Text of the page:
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  • Writer's pictureSandy Jolles

Motion is Lotion - The Science behind our Fascia

In my last post, I discussed the importance of mobility during this time. As we are all likely more sedentary as this crisis unfolds, staying active is vital to ensure we're getting adequate blood flow. When we’re not moving, the blood flow in our body is limited, because the heart doesn’t pump as much. Muscles require the heart to pump, as that blood is delivered to our brain (influencing our mental clarity, focus, and stamina). If we're moving more, our concentration is sharpened!

Fascia is this large net that maps from the plantar fascia to the mobility of our necks. When our fascia is pliable and supple, our joints can move in a better range of motion. With healthier and hydrated fascia, our bodies don't feel as stiff or constricted. When we sit, especially for long periods of time, our fascia develops compensatory patterns. This repetition causes the connective tissue to endure repeated tension which ultimately can lead to global regional instability. If we're slumping and/or practicing distorted postural movement patterns, these movements cause excessive compression on these tissues, creating adaptation within our tissues.

All of this roots back to the health of our fascia. Aside from MOVING, when we're sitting for long periods of time, make a mental note to get up every hour or two, even if only for a few minutes! When we're seated, there are many exercises we can do for ourselves....especially targeting the shoulders, chest, neck, and hip flexors. I can't stress enough how important it is to prioritize the shoulders. Sitting creates a tremendous amount of stress and asymmetry within our shoulder blades. Shoulder rolls are simple yet effective in rolling that shoulder blade back, creating an external rotation and scapular retraction. Strength training can play an important role in your shoulder and spinal health as the muscles keep the bones in place. Focus on exercises that target the rhomboids, rotator cuff, and mid/lower traps. These muscles work in concert to stabilize the shoulder blade, creating that dynamic control as you move through the ROM.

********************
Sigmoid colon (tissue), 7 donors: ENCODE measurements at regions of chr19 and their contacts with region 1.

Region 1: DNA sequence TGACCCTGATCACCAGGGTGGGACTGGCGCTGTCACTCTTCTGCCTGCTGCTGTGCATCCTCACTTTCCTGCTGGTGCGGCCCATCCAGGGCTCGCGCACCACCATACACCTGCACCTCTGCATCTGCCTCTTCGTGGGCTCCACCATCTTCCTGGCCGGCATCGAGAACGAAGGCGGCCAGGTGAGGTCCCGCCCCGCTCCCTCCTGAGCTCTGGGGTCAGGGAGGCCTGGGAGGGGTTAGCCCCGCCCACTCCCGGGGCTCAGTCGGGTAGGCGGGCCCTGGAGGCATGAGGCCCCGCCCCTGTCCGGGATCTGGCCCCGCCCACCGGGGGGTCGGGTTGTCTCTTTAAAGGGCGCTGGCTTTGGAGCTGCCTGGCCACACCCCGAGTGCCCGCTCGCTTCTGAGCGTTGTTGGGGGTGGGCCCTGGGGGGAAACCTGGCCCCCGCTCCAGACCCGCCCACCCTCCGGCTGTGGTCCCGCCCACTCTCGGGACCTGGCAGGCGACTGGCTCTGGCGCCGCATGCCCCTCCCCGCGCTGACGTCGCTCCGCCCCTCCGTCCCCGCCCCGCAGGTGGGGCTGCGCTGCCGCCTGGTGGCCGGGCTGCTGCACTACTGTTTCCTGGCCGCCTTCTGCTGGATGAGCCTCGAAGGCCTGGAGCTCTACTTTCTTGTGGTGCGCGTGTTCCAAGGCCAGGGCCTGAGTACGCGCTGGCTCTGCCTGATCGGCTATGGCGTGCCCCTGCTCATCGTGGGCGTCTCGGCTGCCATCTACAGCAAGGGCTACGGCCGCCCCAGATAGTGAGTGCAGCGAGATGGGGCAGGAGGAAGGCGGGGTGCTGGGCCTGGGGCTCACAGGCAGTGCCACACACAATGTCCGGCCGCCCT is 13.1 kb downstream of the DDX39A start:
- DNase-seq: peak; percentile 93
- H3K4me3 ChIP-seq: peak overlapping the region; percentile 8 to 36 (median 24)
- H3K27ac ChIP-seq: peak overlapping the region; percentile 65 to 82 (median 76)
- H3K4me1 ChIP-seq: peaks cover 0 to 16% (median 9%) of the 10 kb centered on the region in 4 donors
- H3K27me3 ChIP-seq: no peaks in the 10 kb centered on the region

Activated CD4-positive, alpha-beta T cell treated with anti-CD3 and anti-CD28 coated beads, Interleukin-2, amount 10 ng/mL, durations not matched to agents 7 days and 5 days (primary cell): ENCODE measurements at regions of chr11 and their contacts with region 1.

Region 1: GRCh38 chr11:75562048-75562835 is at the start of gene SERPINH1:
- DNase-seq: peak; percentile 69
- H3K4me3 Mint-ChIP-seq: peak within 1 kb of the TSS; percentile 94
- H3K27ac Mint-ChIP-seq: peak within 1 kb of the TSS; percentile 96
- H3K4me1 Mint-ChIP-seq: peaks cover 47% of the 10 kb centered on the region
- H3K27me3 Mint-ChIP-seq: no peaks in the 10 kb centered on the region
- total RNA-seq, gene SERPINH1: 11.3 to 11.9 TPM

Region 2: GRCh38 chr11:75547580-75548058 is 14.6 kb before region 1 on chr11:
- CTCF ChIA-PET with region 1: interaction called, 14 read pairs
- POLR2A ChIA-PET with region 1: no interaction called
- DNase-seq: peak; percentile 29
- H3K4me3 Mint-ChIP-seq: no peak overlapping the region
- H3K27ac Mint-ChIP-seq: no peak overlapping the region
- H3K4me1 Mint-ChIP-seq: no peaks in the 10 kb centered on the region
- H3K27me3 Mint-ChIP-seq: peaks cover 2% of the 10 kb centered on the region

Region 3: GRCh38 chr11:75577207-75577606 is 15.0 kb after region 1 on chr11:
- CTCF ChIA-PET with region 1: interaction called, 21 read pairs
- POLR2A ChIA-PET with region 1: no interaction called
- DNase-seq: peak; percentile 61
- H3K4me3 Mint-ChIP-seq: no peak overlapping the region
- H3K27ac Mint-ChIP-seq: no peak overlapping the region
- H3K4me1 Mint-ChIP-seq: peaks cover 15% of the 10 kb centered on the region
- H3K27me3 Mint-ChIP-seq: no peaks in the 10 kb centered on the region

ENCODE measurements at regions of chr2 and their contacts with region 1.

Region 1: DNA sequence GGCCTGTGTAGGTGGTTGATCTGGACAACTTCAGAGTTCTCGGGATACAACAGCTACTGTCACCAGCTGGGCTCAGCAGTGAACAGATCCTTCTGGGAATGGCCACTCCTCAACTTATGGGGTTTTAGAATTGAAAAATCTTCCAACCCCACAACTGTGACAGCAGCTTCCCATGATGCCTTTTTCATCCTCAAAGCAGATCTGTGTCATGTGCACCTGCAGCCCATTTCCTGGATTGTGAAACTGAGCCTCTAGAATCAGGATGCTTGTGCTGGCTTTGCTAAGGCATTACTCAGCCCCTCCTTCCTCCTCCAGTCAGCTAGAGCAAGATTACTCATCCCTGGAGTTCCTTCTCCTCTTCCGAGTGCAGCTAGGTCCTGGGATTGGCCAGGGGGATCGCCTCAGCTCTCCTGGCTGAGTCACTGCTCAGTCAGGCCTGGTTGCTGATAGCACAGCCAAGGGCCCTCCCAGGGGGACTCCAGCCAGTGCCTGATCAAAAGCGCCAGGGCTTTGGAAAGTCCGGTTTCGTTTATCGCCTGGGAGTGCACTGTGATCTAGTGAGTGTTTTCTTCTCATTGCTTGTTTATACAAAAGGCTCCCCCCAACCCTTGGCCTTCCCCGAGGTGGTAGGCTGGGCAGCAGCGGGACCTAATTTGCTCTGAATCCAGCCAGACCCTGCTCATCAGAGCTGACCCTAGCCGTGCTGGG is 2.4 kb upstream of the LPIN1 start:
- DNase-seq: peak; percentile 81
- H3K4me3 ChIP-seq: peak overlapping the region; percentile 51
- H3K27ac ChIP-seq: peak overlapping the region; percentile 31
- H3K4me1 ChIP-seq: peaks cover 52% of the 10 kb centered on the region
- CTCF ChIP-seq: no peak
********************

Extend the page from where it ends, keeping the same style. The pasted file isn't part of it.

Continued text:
Getting these muscles to relax centers on three different principles: tissue compliance, movement control, and tissue capacity. Tissue compliance is whether or not the muscle is objectively experiencing a shortening of the muscle. Movement control focuses on the big picture, including changes in your proprioception and neural tension. Tissue capacity is the amount of load your muscle is able to tolerate comfortably (how strong is your muscle). By actual strengthening the muscles, our tissues adapt (but in a healthy, optimal way). This type of strength training can be done for 20 minutes 3-4 times a week for results. As you get more comfortable and adaptive, that's the time to increase your load/weight. By incorporating a blend of stretching and strength training, you'll find your muscles will both relax and lengthen over time.

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